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Dr. Cora Marrett, Deputy Director of the National Science Foundation (NSF), addressed the 2012 Class of Society Fellows at the closing dinner of the Fellows Institute this Friday, August 3. Marrett served on the Society's Board of Trustees from 2001-2006 and has held appointed positions at the NSF since 1992.
The NSF is a federal agency that promotes science, primarily by providing grant funding for basic research at universities. In addition, NSF provides grants for equipment needed for research that is too expensive for one group/researcher to purchase, and it supports science and engineering education across the spectrum.
“The Society and the Fellows program specifically means a lot to me. My colleagues have admitted, somewhat sheepishly, that they turn to Science News [The Society's flagship publication] for news outside of their disciplines,” Marrett said. She went on to highlight the connections between the Society Fellowship and the mission of the NSF: both seek to prepare future researchers by integrating education and research, are committed to diversity, and embrace a positive orientation toward helping others. Marrett praised the different routes Fellows had taken to reach their current positions, saying there “is no one necessary path that you need to follow. We should be discussing pathways, not the pipeline” when discussing ways to build a cadre of future scientific researchers.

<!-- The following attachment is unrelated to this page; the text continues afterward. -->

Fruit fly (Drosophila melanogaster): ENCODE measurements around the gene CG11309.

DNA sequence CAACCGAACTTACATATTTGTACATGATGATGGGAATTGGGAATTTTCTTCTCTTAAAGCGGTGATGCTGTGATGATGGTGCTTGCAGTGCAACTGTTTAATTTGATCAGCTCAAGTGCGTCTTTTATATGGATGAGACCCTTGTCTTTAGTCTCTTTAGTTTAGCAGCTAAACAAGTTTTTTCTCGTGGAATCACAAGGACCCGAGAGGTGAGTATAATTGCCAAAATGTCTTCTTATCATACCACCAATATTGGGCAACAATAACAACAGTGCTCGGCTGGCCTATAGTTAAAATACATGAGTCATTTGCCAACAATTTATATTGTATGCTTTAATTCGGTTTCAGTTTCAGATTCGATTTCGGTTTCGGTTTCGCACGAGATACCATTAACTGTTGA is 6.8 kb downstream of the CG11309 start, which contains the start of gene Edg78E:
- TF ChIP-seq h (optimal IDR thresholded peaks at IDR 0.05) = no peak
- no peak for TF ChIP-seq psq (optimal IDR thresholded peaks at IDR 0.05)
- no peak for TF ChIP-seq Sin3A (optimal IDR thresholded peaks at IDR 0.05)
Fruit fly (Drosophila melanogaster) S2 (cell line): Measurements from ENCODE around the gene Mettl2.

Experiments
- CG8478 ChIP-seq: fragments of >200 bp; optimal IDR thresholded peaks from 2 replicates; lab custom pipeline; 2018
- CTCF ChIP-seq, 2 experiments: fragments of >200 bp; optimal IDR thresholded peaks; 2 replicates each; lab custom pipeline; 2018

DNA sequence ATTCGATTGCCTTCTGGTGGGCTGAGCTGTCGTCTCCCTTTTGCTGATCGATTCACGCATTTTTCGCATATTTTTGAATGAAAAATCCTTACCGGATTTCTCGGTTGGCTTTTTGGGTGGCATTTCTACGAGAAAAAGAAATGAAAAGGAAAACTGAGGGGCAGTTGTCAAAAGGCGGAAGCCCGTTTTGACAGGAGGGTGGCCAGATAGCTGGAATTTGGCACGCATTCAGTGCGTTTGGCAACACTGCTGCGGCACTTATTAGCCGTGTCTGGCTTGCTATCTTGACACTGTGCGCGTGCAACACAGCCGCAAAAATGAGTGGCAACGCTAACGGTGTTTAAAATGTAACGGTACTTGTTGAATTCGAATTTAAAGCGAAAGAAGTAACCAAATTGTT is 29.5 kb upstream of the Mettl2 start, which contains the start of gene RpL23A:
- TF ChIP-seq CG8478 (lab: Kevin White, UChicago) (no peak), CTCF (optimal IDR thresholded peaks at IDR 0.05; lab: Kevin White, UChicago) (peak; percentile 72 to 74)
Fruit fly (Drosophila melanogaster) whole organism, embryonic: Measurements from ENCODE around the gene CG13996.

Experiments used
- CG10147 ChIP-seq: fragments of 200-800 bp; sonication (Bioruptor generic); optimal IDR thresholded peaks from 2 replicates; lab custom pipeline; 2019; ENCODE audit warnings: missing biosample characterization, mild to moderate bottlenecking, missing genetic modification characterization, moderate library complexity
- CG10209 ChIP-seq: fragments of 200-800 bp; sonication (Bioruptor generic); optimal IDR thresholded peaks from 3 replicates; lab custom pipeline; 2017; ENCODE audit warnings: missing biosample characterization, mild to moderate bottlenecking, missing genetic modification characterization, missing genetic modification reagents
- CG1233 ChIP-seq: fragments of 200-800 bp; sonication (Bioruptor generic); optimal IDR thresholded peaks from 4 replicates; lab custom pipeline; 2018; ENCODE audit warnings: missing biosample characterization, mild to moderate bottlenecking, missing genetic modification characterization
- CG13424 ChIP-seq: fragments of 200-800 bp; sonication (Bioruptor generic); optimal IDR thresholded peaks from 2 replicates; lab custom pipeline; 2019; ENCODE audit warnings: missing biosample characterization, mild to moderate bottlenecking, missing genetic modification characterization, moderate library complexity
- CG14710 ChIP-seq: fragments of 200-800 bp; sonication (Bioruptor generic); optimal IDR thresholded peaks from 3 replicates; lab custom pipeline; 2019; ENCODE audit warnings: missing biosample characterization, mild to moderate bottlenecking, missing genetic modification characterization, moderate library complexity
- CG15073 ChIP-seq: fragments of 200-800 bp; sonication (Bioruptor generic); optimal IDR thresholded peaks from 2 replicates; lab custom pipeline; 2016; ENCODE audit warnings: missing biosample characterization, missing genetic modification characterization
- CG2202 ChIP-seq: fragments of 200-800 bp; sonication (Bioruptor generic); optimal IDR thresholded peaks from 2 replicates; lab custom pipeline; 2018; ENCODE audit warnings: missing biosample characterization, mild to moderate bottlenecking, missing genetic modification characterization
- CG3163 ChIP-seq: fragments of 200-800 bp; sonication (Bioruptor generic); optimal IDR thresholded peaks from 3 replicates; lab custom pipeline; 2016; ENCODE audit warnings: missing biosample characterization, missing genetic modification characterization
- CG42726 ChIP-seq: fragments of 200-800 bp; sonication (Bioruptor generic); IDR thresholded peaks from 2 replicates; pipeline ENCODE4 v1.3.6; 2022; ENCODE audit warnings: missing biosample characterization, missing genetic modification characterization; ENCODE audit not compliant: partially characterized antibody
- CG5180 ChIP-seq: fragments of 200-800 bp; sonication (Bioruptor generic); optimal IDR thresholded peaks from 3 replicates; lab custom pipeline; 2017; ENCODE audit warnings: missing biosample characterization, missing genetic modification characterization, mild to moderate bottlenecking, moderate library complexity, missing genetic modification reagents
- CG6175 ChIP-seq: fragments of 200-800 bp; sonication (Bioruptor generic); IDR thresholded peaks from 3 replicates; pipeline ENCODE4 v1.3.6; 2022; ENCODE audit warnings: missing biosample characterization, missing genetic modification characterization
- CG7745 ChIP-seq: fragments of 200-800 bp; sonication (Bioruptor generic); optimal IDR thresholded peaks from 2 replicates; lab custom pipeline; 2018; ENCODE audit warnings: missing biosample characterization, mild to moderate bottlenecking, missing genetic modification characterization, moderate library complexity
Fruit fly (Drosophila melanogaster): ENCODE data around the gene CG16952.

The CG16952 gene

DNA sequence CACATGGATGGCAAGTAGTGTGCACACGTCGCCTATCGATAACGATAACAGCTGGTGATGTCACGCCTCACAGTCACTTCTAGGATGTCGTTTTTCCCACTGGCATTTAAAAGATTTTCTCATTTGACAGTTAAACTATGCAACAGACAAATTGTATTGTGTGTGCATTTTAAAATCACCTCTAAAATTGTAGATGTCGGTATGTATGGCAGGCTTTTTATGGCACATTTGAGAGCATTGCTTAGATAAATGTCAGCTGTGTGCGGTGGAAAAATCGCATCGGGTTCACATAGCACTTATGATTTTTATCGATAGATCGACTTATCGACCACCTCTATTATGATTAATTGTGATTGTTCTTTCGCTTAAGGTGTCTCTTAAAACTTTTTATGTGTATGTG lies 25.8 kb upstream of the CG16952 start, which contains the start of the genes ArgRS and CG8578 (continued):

Marrett praised the Fellows for “sharing a commitment to helping students overcome obstacles that some would consider impossible to overcome” by working to introduce independent research to students who are newly arrived immigrants, low-income, and face disabilities. Society Fellowship applicants must teach at a school with an enrollment that is at least 40% underrepresented minority and/or with at least 30% of students receiving free or reduced rate lunches to be eligible for the program. Marrett closed by saying that she “tries to see the nation as always at the forefront because we are investing and cultivating diverse talent. You Fellows are our partners in this; and our nation is in great hands.”
Elizabeth Marincola, Society President and Publisher of Science News, joined with Dr. Marrett to present the Fellows with certificates, praising them for “concluding an outstanding week of intensive training.” Many members of the 2012 Fellowship class expressed a desire to stay in touch to continue to learn from each other as they begin to implement their independent research programs.
The Society Fellowship, sponsored by Intel, offers under-resourced high school science and math teachers funds and training to support the success of their most enthusiastic science students in independent scientific research.
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The Intrepid Sea, Air & Space Museum is often listed as one of the top spots to check out in New York City. They seem to have something for everyone—for adults and children alike.
One STEM Action Grantee is doing this work with the assistance of birds!